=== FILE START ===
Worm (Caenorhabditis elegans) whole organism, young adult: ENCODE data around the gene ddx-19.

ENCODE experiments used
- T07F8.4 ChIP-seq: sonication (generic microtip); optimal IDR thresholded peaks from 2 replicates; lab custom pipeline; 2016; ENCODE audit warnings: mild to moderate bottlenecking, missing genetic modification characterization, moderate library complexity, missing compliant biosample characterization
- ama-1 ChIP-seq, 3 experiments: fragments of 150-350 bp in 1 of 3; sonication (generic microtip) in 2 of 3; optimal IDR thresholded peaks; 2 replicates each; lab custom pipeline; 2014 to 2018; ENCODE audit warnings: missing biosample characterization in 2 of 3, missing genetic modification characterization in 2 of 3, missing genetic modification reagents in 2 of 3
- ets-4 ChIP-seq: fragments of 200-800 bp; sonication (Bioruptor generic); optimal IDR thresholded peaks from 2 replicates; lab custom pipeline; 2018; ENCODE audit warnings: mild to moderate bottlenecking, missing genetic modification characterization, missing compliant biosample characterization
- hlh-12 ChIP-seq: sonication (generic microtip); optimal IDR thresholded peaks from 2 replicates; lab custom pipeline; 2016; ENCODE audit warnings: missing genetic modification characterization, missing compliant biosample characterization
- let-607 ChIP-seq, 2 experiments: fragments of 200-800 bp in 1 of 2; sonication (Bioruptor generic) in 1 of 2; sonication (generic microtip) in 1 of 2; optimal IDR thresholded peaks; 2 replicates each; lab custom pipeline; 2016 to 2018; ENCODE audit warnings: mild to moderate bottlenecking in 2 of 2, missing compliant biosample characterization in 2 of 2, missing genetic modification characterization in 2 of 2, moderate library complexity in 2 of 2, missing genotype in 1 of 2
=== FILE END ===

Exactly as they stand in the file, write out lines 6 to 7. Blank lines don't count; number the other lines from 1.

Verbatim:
- hlh-12 ChIP-seq: sonication (generic microtip); optimal IDR thresholded peaks from 2 replicates; lab custom pipeline; 2016; ENCODE audit warnings: missing genetic modification characterization, missing compliant biosample characterization
- let-607 ChIP-seq, 2 experiments: fragments of 200-800 bp in 1 of 2; sonication (Bioruptor generic) in 1 of 2; sonication (generic microtip) in 1 of 2; optimal IDR thresholded peaks; 2 replicates each; lab custom pipeline; 2016 to 2018; ENCODE audit warnings: mild to moderate bottlenecking in 2 of 2, missing compliant biosample characterization in 2 of 2, missing genetic modification characterization in 2 of 2, moderate library complexity in 2 of 2, missing genotype in 1 of 2